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In the same way, this is observed with the proposals that try to regulate the labor market. In this sense, the introduction of an interprofessional minimum wage, according to the existing literature and which was very correctly exposed by fellow economists from Nada es Gratis, has not had a very beneficial impact on workers after its analysis. Studies in this regard tell us that wage regulation has had both positive and negative effects. However, as is also shown in these studies, the success of the policy, and returning to the phrase at the beginning of Sowell, is conditioned to the demands of these policies; in other words, it could be successful if applied correctly, but overregulation could end up with very negative effects.

As proof of this, we have the aforementioned economies of Latin America, where we find examples that help us to observe what I am citing here. Well, taking into account the studies offered by the International Monetary Fund (IMF), if we were to analyze the link between variations in GDP and unemployment, it would be observed that the informal market, unlike the obvious, which would be regulation, plays a role important during the business cycle.

In this sense, it is striking that the response of the unemployment rate to the variations that occur in the economic cycle is weaker when the country has higher levels of informality. Furthermore, it is observed that informality in the region decreases in periods of strong growth and increases in periods of low growth. In other words, the possibility that citizens have to enter and leave the informal sector protects, in part, workers from situations such as the current one, mitigating the impact of said cycle on the unemployment rate. For example, in situations where an emerging market economy enters a recession, as workers who otherwise would have been employed can find informal jobs.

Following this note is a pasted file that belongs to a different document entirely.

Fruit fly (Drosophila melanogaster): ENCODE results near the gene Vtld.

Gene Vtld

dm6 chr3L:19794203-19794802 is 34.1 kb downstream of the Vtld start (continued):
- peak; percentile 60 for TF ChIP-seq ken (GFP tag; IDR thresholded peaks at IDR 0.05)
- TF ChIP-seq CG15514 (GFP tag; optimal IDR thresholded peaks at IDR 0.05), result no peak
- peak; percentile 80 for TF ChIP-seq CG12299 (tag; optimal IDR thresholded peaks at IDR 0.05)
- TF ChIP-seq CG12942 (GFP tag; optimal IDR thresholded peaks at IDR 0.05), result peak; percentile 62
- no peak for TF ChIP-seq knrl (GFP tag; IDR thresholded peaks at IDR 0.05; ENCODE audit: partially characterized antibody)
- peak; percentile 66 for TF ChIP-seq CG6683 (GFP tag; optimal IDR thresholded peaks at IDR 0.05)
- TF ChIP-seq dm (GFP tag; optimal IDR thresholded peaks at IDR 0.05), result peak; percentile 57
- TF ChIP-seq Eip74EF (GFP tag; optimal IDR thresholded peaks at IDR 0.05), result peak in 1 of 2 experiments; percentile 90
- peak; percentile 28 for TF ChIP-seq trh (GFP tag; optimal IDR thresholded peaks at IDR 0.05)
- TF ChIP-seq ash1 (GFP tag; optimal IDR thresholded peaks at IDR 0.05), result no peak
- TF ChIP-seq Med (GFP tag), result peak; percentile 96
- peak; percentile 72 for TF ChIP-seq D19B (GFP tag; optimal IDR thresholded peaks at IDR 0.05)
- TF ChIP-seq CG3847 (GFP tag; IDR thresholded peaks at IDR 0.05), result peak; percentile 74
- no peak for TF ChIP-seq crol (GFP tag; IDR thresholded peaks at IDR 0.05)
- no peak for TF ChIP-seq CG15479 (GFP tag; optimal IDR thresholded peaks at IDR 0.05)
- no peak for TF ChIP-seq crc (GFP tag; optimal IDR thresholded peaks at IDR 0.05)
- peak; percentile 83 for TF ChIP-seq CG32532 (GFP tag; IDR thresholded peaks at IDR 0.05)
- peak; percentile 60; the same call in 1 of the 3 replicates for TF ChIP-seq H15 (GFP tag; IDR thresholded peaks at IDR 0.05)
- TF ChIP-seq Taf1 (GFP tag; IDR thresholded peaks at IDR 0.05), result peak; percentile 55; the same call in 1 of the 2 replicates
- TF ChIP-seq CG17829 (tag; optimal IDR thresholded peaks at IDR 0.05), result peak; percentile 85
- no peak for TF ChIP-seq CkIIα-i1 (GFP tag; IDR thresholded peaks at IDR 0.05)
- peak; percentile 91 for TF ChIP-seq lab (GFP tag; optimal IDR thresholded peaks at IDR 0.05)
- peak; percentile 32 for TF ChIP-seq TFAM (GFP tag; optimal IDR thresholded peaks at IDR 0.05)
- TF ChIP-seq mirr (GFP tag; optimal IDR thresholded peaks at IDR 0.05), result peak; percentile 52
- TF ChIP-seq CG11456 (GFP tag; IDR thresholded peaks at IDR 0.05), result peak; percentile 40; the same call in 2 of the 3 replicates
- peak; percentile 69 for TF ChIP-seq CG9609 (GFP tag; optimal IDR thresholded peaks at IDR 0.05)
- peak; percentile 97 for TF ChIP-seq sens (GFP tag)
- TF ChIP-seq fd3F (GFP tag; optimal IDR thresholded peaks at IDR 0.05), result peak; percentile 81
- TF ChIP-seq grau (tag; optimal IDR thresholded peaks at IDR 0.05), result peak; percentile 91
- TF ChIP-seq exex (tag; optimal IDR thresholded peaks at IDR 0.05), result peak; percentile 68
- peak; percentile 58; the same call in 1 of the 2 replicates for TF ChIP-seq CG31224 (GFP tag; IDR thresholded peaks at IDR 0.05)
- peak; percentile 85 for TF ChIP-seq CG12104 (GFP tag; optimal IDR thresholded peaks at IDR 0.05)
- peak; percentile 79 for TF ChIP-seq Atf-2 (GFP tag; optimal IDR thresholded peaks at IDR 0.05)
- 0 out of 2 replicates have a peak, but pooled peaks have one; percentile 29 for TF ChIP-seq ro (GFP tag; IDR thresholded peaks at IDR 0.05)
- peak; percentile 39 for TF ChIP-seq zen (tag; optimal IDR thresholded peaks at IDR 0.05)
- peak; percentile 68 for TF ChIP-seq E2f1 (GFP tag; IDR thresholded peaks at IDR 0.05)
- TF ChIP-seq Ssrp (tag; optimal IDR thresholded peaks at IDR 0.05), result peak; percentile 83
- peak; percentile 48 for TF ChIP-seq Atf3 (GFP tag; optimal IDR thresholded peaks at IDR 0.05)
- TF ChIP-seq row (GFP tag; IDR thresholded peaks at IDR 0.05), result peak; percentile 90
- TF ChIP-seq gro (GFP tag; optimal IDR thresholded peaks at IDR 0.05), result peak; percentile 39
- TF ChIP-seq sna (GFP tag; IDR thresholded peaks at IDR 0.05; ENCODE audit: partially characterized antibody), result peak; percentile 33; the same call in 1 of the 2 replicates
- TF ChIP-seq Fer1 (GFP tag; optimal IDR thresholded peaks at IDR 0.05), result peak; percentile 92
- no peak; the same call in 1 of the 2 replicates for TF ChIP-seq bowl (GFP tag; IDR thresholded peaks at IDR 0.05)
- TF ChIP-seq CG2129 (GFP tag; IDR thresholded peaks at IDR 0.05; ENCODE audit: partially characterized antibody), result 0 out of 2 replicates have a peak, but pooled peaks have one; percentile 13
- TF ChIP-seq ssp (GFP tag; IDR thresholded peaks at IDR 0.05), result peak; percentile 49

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To this, the example of Spain is contrasted with the rise in the SMI. Greater regulation, in this case overregulation, has meant that, with the rise in the SMI above expectations, the Spanish economy has picked up job destruction that, a priori, is justified by this rise in the SMI. In this sense, the reports that the Bank of Spain shows, de facto, collect about 12,000 people who, because they were affected by the rise, lost their jobs as a result of this policy. And the fact is that, unlike what happened in Latin America – despite the fact that this region needs greater regulation – this over-regulation meant that the policy applied, finally, did not have the desired impact; although, as Sowell would say, the intention was good.

For efficient regulation

“In the same way that there are market failures, we also have State failures, and there are situations in which an excess of regulation, as reflected in the existing literature exposed throughout the article, fosters a more hostile environment.”